if it is good enough
for Universal Studios
then it is good for you too.
A seriously cool and easy Halloween Haunt project
anyone can make.
you make any improvements to this design please let us know here at
Castle Nottingham - we may want to steal . . uh, er, I mean borrow
them. Also, if you want a link to you Halloween AirZooka MegaZooka
prop cannon let me know.
some other useful
to visit regarding this project
Stick Handheld fogger
This is one of
those things that you look at and say, "I coulda’ thought of
this." And then you realize you didn’t, and nor will you be
getting any of the profit from it either.
Lt. Brian Jordan, a United States Naval Aviator, who flies an E-6 jet,
came up with the idea as a youngster while trying to make a smoke ring
generator out of cardboard boxes. It wasn't until a few years ago that
he re-tried to develop his idea and make something happen with it.
"Back then I used cardboard which was too flimsy, but then, using
my Aeronautical training, scientific principles and my imagination I
found that plastic cans and other elastic materials seemed to work
great," says Jordan, who was actually flying over Washington DC on
September 11th, 2001. "I added a handgrip for easier portability
and the AirZooka was born -- minus the smoke, of course." Like many
toy inventors, Lt. Jordan didn't have a clue as to how to break into the
toy market. He was rejected almost everywhere he went. "It was
really taxing to the point where I wanted to give up, but with my wife's
assistance, I got the break I needed," he says.
Studios used the AirZooka at their Halloween Horror Nights last year to
shoot a ball of fog and smoke rings at passers by.
Lt. Jordan is quite a story himself, overcoming a learning disability
and being one of only 300 African American Aviators out of the
approximately 11,000 in the Navy, he is an example of dedication and
Creative Group Marketing (CGM), helped Lt. Jordan to transform the AirZooka
from an idea into the finished product. Company President, Gary Ahlert,
worked almost three years in getting the product to the marketplace.
"Brian got quite an education in the realities of the toy business
and we encountered hundreds of rejections. It was a period of many ups a
downs." The AirZooka was finally licensed by Can You Imagine,
Incorporated out of Chatsworth, California and like the jets Lt. Jordan
flies, things are really taking off. "This toy is incredible, safe,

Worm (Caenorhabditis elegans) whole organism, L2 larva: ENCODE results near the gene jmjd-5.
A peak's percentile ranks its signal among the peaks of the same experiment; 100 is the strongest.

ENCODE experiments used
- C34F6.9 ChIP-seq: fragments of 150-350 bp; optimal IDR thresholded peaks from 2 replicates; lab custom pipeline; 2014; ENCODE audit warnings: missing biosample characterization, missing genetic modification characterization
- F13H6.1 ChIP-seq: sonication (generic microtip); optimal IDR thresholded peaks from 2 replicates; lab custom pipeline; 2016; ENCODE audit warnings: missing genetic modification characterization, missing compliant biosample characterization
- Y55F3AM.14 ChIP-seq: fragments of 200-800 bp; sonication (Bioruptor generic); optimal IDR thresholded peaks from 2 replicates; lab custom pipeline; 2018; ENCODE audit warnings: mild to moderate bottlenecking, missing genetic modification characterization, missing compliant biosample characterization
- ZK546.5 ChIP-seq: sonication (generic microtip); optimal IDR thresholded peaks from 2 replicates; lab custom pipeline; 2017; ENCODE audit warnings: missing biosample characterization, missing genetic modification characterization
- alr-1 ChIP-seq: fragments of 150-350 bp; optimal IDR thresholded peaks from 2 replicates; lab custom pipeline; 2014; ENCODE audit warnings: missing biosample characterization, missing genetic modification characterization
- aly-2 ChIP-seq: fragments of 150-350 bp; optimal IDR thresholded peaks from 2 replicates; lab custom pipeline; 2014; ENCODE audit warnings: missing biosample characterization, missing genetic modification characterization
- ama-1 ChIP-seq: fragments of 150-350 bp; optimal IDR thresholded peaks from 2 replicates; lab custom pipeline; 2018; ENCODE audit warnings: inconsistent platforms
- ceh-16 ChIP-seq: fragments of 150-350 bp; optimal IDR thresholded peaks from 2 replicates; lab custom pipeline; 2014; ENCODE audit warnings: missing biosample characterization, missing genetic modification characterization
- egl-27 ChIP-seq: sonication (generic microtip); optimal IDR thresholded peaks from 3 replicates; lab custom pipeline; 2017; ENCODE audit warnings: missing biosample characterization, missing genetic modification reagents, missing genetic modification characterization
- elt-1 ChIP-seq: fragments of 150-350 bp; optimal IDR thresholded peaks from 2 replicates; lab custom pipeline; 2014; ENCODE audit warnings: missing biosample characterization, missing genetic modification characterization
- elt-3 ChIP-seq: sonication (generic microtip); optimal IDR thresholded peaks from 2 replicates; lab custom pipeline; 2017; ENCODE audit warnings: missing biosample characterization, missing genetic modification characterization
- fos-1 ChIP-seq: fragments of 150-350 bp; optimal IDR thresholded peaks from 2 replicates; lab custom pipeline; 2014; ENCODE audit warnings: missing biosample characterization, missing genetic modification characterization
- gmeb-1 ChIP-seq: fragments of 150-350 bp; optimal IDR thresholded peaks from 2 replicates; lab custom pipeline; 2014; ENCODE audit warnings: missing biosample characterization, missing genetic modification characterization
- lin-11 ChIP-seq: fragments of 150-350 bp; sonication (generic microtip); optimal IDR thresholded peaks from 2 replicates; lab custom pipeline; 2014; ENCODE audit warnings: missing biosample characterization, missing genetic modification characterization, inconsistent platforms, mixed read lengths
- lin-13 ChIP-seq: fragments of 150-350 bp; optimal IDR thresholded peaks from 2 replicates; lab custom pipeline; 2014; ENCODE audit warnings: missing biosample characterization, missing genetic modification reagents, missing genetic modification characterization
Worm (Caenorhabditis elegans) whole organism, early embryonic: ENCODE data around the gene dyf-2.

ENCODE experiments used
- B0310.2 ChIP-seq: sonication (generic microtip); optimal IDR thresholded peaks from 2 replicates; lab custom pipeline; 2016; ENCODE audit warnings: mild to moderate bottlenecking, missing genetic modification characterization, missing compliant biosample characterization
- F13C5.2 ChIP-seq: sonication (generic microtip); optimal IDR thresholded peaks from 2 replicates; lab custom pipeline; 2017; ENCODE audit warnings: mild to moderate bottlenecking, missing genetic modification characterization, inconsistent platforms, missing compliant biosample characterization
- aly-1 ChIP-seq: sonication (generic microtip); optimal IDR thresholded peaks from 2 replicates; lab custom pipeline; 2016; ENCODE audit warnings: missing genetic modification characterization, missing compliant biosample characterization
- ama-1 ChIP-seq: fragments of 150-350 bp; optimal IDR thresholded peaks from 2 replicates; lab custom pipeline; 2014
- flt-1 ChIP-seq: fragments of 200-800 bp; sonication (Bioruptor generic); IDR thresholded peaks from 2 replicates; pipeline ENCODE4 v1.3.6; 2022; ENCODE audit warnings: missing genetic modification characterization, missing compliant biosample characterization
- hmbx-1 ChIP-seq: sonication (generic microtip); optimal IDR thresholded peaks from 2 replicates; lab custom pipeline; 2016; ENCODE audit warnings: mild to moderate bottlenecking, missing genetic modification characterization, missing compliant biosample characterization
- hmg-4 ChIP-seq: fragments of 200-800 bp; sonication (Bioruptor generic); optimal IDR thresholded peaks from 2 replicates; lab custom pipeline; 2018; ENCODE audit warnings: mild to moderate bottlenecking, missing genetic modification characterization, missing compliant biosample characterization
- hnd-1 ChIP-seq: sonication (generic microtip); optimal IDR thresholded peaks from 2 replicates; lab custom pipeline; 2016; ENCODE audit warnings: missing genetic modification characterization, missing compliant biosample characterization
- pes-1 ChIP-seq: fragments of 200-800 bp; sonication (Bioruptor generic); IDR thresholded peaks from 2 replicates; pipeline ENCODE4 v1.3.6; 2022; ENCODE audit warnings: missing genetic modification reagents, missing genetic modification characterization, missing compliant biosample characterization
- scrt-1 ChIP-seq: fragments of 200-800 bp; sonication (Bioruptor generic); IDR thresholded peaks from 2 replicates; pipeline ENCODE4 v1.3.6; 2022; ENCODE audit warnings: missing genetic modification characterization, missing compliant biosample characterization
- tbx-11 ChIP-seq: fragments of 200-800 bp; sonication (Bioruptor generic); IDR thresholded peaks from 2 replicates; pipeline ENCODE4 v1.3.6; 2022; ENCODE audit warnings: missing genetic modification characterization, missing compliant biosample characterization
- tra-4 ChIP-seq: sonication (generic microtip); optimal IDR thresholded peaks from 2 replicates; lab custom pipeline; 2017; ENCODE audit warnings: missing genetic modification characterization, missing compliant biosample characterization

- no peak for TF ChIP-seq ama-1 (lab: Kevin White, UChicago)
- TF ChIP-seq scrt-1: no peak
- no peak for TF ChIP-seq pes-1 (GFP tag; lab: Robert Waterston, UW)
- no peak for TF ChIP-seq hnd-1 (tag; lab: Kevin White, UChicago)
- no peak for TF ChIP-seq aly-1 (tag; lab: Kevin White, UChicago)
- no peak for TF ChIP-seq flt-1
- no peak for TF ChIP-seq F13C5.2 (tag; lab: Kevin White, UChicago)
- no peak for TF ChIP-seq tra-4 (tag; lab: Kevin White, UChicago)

fun and has a kind of mysterious 'gee-whiz' quality that makes everyone
want to try it."
How It Works
simplest-looking apparatus can turn out to be surprisingly complex. The
AirZooka is just a big, brightly colored plastic barrel, a little
narrower at the front, with a loose plastic sheet attached to a pair of
elastic cords at the back. Pull back on the sheet, let it go, and—whump!
—you've fired a (harmless) 60-mile-per-hour blast of air at an
unwitting bystander 20 feet away.
unless you're the target. You were just hit by something that wasn't
just wind but wasn't entirely solid either. Yet after traveling a fair
distance, it still felt compact. The directions on the box say it's a
ball of air, but how do you make a ball out of air? And why should it
hold together for any distance at all? Herb Tranthum, one of the
engineers who designed the AirZooka, explains it this way: When you fire
an AirZooka, a high-pressure shock wave leaves the toy first, quickly
followed by an air ball. The shock wave creates a vortex of swirling air
in its wake, which keeps the air ball intact and in place. If you've
pulled the plastic sheet back just right, the ball threads the spinning
ring of air and carries it on to your target. If your shooting angle is
a bit off, however, you shoot a ring of air, not an air ball—though it
feels the same to your target.
Keys to making your
1. Slightly conical
barrel shaped container.
2. Spring loaded
(bungee strap) diaphragm.
Using the same proportions as a real AirZooka cut a hole in the bottom
of your garbage can using a jig saw. It goes without saying - OK I’ll